The National Sleep Foundation annually celebrates the sweetness and importance of slumber with Sleep Awareness Week ©, which was March 6-13 this year, and though you may have missed it, it’s not too late to improve your sleep habits and reap the numerous benefits. Or, suffer the consequences.
Cheating yourself out of necessary sleep, in other words, doing other things when you should be snoring is something I consider a self-hate crime. Such crimes against yourself can easily be avoided with simple actions like turning off the TV, closing your laptop, turning out the lights, putting your phone to bed for the night, closing the book, closing your eyes and my favorite, stop thinking. It’s not as easy as it sounds when you have deadlines to meet, laundry to fold and Netflix to watch.
However, for some, it’s really not that easy. The sad and puff-eyed fact is if you suffer from insomnia, a disorder that keeps your wheels spinning in spite of your deep desire to dream, according to the American Academy of Sleep Medicine, you are part of the 30 to 35 percent of the adults who don’t sleep well. More common in groups such as older adults, women, insomnia often accompanies stress and certain medical and mental health problems such as depression and anxiety.
You may be familiar with one of the two types of insomnia depending upon the regularity and duration. Short-term insomnia can last for up to three months and affects 15 to 20 percent of the weary population. I’m grateful not to be part of the 10 percent with chronic insomnia, which can occur at least three times a week and last for longer periods of time.
While it’s tempting to want to self-medicate, it’s never a good idea for obvious reasons. Having a drink to get to sleep can lead to temporary dependence on alcohol or alcoholism. Rather than attempting to solve one problem by introducing another, it’s possible to change your habits, create new healthy rituals and win the battle of sleepless nights. It’s called sleep hygiene and can be accomplished in a variety of different ways, depending upon what appeals to you.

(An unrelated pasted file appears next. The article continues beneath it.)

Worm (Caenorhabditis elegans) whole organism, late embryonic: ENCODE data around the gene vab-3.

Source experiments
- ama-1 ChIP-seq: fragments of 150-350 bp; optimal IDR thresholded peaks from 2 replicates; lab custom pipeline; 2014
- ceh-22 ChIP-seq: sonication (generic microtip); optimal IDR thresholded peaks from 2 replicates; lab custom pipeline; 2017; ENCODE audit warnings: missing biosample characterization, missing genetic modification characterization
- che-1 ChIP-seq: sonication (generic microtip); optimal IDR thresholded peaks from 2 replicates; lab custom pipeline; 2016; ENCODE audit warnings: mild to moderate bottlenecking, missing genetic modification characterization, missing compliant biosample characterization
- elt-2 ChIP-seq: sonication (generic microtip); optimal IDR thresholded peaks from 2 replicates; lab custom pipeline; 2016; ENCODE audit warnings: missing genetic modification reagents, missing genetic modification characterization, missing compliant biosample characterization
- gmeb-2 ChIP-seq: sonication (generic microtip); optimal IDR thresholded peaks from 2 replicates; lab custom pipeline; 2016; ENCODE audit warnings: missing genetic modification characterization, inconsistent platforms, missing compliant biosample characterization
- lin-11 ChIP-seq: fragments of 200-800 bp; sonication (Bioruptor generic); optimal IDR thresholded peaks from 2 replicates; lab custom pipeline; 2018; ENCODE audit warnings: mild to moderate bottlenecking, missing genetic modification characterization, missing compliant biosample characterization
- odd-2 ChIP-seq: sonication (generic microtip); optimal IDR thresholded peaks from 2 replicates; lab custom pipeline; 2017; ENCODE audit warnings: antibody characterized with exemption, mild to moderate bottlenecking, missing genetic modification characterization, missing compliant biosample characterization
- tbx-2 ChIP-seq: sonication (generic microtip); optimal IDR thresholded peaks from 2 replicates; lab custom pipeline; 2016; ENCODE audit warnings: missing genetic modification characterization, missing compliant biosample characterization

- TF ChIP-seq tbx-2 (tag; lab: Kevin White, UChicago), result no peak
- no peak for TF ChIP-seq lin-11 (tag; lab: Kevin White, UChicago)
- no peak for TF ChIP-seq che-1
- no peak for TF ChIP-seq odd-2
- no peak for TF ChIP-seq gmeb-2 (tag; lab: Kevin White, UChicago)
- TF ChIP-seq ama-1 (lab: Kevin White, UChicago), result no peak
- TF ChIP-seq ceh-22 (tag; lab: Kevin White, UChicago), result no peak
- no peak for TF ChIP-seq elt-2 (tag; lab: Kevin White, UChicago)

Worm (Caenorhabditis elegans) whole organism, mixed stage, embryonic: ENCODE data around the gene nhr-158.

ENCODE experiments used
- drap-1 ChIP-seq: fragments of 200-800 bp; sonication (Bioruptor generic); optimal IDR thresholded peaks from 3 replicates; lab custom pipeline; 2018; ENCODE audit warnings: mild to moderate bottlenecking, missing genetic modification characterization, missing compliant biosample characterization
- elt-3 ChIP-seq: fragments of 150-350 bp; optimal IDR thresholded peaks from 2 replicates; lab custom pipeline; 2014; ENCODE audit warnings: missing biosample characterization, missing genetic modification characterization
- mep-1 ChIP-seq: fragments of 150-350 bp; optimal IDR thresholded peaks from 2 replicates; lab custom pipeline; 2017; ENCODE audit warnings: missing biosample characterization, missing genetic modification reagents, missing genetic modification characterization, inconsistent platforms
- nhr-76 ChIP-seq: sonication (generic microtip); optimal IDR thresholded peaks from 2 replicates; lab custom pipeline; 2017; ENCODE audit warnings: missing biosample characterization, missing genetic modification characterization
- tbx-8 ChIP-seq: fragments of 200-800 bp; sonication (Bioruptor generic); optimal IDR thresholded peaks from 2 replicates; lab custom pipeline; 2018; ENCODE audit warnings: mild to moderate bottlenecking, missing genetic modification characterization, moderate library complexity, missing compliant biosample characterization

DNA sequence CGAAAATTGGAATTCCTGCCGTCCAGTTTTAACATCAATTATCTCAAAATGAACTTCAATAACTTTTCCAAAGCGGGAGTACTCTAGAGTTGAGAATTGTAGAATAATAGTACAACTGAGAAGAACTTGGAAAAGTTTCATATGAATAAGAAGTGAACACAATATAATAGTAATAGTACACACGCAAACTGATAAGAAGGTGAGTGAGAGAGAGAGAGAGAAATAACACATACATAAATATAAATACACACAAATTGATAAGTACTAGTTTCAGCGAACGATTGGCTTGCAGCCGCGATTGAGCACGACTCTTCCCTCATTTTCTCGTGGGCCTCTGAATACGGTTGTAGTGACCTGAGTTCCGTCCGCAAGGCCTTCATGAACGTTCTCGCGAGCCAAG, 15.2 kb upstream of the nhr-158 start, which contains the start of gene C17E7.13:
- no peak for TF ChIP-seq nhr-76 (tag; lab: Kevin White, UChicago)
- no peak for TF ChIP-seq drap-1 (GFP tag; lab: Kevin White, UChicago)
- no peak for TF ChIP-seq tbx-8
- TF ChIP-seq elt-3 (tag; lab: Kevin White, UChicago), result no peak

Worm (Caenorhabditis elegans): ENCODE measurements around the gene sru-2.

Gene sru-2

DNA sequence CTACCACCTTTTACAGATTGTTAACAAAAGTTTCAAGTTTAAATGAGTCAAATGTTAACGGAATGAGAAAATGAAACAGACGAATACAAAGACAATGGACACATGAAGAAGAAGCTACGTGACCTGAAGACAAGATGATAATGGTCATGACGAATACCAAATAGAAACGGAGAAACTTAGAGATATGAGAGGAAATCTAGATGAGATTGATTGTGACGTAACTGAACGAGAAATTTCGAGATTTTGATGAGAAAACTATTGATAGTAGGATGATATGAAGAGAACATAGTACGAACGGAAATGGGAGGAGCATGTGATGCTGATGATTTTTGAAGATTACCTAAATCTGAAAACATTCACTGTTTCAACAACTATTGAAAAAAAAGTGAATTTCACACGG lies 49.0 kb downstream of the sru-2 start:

Assuming anxiety is not the culprit, which means there are other factors to consider making counseling a good place to start, here are some tricks that have worked for me:
- Avoid napping during the day. It sounds simple, but if you’re sleeping during the day, you may have created a problem very easily fixed. If you’re tired, you’re likely not doing a couple of different things. One is getting enough exercise, fresh air or sunlight during the day. Two is eating enough protein. Three is drinking enough water to stay hydrated. Any one of these things can inspire the midday doldrums that make napping seem so attractive, even necessary at times. The combination of a depleted, deprived, dehydrated body is an absolute recipe for mental and physical shut-down.
- Take exhilarating breaks during the day from whatever you’re doing---unless you’re an aerobics instructor, in which case, you probably need rest. This will help in two ways. One will be to help you avoid the need for a nap. The other is to help you look forward to sleeping at night. It’s somewhat obvious that what you do during the day is going to make the difference in how you’re spending your nights: Either pacing the floors out of a need for stimulation or resting your body and mind after a productive, active day. If you sit all day, make sure you get up every so often to stretch, talk to people, sing, scream, take a walk or a run. The idea is to get your blood circulating.
- Don’t eat after 8 p.m. If you’re ever in a position that you have to stay up later than you want to, be sure to eat and drink plenty of water to keep yourself awake. And do just the opposite to let your body know that it’s time to rest from all activity, including digestion.
- Break from electronics at least 20 minutes before you actually attempt to fall asleep. It’s typical to think you might get sleepy from watching TV or looking at Facebook. But just the opposite is true if you suffer from insomnia, and even if you don’t. The Sleep Foundation says that research has shown that even our small electronic devices emit sufficient light to stimulate the brain enough to promote wakefulness. WebMD agrees by saying, “power down for better sleep.”